* Just in case you haven’t seen enough responses to the Case Western Law dean’s New York Times op-ed, here are some more. (Plus, with this, you’re getting the additional bonus of an incredibly sad letter from a young lawyer.) [Associate's Mind]
* Oh mon dieu! Dominique Strauss-Kahn’s legal team is now denying that that there was ever a settlement in the hotel maid’s sexual assault suit civil suit, and especially not a $6M settlement — because that’s apparently “flatly false.” [Slate]
* You’ve probably led a sad and lonely existence if you’re laying on your death bed and worrying about who will inherit your iTunes library. Don’t worry, they’re headed to a “legal black hole,” anyway. [Legal Blog Watch]
* The Supreme Court might be taking the phrase “don’t judge gay people” a little too literally. [WSJ Law Blog]
* And in other news, some teenagers are so obsessed with their tech gadgets, like cellphones, that they’d allegedly be willing to kill their family and pry the damn thing from their cold dead hands. [Legal Juice]
* Please remember to vote for your favorite law blog (coughcough Above the Law coughcough) in the Blawg 100 in the News/Analysis category, and all the rest of the sites you read in other categories, too! [ABA Journal]
* After the jump, Bloomberg Law’s Lee Pacchia speaks with law firm consultant Tim Corcoran of the Corcoran Consulting Group about the future of rainmaking and business development in Biglaw….
Ed. note: The Asia Chronicles column is authored by Kinney Recruiting. Kinney has made more placements of U.S. associates, counsels and partners in Asia than any other recruiting firm in each of the past seven years. You can reach them by email: email@example.com.
It’s that time of year again when JDs are starting to apply for 2L summer jobs and 2L summers are deciding which practice area to focus on.
For those JDs with an interest in potentially lateraling to or transferring to Asia in the future, please feel free to reach out to Kinney for advice on firm choices, interviewing and practice choices, relating to future marketability in Asia, or for a general discussion on your particular Asia markets of interest. This is of course a free of cost service for those who some years in the future may be our future industry contacts or perhaps even clients.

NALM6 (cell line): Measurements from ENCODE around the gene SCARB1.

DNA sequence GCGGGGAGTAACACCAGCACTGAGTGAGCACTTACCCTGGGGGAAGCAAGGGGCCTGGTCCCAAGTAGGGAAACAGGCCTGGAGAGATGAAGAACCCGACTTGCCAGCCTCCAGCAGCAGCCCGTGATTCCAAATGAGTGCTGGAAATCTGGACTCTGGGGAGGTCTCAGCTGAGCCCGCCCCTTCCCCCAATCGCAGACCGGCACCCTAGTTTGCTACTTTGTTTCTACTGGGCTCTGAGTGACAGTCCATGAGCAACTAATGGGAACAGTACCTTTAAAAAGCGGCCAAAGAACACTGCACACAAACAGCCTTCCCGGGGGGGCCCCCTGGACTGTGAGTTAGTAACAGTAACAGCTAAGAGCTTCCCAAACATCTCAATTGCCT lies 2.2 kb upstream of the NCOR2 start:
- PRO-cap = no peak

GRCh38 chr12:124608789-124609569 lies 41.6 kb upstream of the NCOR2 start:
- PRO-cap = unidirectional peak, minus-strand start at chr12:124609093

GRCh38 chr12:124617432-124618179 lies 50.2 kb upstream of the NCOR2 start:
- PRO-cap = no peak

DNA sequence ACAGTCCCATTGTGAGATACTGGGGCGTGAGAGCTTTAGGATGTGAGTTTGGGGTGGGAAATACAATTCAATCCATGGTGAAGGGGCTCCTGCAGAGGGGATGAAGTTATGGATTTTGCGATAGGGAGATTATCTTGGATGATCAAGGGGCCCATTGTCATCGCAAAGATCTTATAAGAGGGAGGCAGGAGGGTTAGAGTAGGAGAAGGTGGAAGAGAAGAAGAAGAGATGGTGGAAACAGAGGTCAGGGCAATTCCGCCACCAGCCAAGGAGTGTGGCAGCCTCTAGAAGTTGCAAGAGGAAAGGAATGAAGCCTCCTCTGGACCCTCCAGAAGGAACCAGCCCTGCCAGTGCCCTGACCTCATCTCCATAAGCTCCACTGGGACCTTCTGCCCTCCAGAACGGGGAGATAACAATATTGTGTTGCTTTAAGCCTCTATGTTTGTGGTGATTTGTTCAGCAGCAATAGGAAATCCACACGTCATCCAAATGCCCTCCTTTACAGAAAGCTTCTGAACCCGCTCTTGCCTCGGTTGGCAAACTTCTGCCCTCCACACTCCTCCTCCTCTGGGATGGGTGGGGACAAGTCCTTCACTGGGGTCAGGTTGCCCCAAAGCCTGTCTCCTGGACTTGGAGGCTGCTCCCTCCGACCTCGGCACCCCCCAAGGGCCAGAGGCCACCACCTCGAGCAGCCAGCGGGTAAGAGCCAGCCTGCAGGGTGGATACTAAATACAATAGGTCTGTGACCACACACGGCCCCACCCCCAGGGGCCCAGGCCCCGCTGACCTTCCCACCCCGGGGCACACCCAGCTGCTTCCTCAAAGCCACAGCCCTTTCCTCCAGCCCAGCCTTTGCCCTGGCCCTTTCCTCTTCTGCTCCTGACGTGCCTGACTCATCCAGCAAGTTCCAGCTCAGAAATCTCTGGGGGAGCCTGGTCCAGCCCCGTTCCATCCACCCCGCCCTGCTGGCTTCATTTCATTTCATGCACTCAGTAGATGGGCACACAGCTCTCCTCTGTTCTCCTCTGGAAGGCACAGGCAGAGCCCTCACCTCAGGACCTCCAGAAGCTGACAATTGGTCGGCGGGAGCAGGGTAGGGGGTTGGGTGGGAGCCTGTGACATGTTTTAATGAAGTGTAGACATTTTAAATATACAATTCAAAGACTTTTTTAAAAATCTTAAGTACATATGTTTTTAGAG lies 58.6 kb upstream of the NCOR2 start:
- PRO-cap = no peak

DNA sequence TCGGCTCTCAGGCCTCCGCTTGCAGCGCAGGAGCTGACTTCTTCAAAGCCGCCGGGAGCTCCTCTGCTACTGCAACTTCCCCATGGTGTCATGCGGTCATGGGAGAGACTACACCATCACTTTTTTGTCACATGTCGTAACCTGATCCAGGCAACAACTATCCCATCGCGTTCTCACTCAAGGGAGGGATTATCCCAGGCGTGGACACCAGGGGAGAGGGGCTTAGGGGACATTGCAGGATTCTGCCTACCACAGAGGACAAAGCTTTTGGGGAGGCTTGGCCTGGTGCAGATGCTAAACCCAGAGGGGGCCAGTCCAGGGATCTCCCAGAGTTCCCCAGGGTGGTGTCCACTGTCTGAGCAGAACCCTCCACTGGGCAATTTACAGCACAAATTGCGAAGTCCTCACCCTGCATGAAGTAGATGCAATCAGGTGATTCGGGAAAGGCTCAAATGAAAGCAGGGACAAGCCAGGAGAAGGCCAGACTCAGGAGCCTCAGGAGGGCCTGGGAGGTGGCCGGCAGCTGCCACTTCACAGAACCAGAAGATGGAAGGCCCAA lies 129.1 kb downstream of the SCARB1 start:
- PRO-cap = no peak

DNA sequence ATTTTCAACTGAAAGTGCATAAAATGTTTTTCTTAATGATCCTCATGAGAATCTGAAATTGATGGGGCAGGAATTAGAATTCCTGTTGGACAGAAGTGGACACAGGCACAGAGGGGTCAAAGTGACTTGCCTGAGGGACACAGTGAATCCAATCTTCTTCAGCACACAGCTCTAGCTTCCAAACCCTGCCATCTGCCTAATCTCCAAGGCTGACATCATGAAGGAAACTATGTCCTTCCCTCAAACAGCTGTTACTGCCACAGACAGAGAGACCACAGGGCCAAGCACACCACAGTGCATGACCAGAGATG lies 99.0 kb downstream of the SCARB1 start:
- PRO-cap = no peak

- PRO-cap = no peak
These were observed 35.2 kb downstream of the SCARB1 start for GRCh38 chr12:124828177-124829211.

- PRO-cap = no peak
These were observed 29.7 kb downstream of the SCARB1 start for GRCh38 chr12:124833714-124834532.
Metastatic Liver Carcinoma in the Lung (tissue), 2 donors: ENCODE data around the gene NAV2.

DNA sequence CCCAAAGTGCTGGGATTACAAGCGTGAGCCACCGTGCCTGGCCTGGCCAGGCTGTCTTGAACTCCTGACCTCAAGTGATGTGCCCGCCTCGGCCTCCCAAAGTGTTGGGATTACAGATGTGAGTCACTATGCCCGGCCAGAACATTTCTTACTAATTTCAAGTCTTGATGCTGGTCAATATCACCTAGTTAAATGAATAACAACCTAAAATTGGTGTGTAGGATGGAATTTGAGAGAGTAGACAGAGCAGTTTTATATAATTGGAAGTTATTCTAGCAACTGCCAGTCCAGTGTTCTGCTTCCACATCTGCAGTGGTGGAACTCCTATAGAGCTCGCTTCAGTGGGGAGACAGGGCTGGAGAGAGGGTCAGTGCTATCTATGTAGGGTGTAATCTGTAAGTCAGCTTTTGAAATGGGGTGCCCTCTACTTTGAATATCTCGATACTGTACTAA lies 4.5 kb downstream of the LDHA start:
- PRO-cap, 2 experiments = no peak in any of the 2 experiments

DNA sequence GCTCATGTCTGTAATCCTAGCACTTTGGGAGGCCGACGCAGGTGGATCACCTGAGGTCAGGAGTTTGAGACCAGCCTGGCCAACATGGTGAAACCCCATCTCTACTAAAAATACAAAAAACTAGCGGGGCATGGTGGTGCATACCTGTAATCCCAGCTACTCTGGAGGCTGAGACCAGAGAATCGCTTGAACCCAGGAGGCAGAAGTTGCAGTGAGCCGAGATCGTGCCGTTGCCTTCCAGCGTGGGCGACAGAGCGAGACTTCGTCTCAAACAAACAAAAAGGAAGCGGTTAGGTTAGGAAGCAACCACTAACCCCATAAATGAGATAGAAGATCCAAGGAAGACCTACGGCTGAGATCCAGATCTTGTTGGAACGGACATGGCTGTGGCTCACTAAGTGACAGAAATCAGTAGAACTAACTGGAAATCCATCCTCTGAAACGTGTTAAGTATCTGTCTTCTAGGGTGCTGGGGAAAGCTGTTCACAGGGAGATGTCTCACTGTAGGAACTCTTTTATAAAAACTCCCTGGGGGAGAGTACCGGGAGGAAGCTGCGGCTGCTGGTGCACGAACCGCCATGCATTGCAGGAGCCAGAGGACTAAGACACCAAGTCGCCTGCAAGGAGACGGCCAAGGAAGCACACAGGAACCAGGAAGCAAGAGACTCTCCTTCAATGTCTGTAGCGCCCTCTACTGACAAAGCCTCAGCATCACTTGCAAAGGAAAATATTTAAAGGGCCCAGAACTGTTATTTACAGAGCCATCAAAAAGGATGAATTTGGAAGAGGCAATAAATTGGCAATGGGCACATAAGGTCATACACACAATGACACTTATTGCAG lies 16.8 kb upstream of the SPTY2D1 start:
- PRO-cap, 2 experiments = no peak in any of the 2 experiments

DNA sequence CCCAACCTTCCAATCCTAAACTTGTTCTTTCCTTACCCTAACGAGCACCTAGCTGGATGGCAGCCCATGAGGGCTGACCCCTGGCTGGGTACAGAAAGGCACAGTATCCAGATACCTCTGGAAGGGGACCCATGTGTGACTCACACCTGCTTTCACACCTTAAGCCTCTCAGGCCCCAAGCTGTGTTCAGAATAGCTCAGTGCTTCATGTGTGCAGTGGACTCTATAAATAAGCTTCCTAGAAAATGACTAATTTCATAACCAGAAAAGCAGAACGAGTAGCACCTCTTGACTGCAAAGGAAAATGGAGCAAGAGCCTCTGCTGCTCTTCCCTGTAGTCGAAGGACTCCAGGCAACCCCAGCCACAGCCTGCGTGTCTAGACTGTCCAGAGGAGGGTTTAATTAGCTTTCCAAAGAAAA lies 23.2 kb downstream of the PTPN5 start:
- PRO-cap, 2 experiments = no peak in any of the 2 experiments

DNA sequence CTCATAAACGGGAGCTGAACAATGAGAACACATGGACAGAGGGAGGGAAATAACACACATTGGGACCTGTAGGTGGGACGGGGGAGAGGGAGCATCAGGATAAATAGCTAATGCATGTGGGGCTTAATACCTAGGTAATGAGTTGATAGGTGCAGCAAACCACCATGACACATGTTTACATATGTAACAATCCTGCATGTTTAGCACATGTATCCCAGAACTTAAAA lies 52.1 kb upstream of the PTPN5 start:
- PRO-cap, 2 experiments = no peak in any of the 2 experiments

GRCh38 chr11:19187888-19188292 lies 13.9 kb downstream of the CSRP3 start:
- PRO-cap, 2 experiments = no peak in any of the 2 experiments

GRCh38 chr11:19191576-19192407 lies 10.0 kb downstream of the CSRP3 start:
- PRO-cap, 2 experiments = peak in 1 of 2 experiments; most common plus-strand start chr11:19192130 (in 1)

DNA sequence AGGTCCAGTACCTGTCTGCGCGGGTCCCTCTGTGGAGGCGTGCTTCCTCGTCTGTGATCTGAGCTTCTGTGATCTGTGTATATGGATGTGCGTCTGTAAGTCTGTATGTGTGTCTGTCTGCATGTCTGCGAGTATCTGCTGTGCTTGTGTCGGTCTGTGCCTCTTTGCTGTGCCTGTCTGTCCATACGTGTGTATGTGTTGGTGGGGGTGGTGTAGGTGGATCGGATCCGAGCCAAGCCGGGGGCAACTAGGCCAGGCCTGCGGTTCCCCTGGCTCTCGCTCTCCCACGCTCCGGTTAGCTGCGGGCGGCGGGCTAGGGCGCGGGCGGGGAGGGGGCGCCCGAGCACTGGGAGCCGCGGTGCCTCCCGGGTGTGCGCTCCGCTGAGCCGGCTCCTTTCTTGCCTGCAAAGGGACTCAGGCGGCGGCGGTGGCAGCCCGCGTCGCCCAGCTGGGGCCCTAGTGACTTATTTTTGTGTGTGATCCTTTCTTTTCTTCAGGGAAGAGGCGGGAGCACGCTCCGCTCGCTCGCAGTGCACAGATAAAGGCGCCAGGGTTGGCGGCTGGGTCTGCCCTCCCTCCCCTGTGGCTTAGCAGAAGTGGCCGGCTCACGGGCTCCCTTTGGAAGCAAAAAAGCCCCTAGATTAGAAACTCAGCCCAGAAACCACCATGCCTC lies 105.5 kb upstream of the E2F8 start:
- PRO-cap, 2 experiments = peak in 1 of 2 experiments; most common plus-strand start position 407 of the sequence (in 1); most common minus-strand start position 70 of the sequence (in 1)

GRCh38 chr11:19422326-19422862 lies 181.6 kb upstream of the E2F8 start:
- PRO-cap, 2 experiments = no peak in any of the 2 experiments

For some years now Kinney’s Asia head, Evan Jowers, has been formally advising Harvard Law students with such questions, as the Asia expert in Harvard Law’s “Ask The Experts Market Program” each summer and fall, with podcasts and scheduled phone calls. This has been an enjoyable and productive experience for all involved.
Whether you’re fresh off the bar exam or hitting your stride after hanging a shingle a few years ago, one thing’s for certain: independent attorneys who start a solo or small-law practice live with a certain amount of stress.
Non-attorneys would think the stress comes from preparing for a big trial, deposing a hostile witness, or crafting the perfect contract for a picky client.
But that’s nothing compared to the constant, nagging, real-life kind, the kind you get from the day-to-day grind of being a law-abiding attorney.
Connecticut plaintiffs-side boutique litigation firm (12 lawyers) seeks full-time associate with 2-4 years litigation experience, top tier undergraduate and law school education. Journal or clerkship experience a plus; highest ethical standards and strong work ethic required. Familiarity with Connecticut state court legal practice is preferred, but not required.
The firm handles sophisticated, high-end cases for plaintiffs, including individuals and businesses with significant claims in a wide array of matters. Our cases often have important public policy implications, and are litigated in state and federal courts throughout Connecticut. Representative areas of practice include medical malpractice, catastrophic personal injury, business torts, deceptive trade practices and other complex commercial litigation, and products liability.
Additional information can be located on our website, at www.sgtlaw.com.